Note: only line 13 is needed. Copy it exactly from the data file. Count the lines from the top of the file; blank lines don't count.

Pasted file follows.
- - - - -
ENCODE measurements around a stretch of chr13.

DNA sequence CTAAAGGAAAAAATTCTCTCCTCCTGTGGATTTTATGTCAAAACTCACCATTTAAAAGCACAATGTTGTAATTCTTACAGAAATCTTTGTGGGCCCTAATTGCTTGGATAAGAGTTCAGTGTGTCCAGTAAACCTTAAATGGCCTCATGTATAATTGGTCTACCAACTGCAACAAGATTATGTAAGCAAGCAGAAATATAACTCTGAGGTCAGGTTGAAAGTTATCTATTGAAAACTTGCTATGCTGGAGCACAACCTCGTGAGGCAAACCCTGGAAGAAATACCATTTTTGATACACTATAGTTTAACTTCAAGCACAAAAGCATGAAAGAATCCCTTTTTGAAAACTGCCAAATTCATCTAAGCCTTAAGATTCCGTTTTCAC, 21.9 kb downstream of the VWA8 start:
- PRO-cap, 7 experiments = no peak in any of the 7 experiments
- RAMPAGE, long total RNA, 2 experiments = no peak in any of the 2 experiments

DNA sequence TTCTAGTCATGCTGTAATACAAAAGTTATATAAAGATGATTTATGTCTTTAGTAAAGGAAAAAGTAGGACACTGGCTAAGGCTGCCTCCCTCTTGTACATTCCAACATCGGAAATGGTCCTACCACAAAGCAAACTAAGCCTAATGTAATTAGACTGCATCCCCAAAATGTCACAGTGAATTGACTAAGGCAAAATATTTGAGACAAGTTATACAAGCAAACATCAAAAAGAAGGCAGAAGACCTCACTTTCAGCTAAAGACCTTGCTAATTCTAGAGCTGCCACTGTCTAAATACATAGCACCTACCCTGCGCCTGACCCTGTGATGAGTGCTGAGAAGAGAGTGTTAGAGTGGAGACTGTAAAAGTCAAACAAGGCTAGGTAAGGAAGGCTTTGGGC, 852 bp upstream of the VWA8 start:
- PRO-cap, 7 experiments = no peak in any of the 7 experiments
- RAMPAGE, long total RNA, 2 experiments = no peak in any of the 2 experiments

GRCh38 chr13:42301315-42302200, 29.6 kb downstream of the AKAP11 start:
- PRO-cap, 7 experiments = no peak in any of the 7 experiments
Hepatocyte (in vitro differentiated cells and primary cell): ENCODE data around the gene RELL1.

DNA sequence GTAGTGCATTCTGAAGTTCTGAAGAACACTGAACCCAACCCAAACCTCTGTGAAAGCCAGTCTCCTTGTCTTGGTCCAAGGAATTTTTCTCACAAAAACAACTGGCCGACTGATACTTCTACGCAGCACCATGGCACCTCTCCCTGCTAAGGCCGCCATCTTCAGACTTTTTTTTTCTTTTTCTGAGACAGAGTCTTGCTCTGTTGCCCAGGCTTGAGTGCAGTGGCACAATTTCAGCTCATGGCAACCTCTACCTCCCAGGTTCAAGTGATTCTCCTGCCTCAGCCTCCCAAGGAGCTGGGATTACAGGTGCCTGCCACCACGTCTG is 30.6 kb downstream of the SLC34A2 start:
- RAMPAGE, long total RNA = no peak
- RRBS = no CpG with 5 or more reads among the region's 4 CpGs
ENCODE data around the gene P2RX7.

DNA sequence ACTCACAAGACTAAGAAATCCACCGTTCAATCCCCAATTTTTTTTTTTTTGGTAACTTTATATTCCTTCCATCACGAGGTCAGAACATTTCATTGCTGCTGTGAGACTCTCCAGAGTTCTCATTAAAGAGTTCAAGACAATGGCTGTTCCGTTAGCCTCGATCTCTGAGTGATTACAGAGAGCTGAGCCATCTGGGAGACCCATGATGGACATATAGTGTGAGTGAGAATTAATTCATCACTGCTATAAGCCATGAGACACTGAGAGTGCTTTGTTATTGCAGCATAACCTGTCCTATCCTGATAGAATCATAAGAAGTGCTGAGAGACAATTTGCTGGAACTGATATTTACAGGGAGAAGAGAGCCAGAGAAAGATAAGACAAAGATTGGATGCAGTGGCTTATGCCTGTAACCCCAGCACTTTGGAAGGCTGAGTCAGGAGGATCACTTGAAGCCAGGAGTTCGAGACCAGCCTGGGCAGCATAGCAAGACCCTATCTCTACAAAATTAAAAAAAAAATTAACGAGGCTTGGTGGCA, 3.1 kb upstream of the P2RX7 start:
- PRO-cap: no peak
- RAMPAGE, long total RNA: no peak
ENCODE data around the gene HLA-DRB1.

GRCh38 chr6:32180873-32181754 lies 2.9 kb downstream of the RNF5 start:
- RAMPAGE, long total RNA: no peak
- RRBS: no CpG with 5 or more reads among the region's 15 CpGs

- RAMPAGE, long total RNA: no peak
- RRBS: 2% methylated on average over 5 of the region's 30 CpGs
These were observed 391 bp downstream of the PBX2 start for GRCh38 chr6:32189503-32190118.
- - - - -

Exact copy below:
- RRBS = no CpG with 5 or more reads among the region's 4 CpGs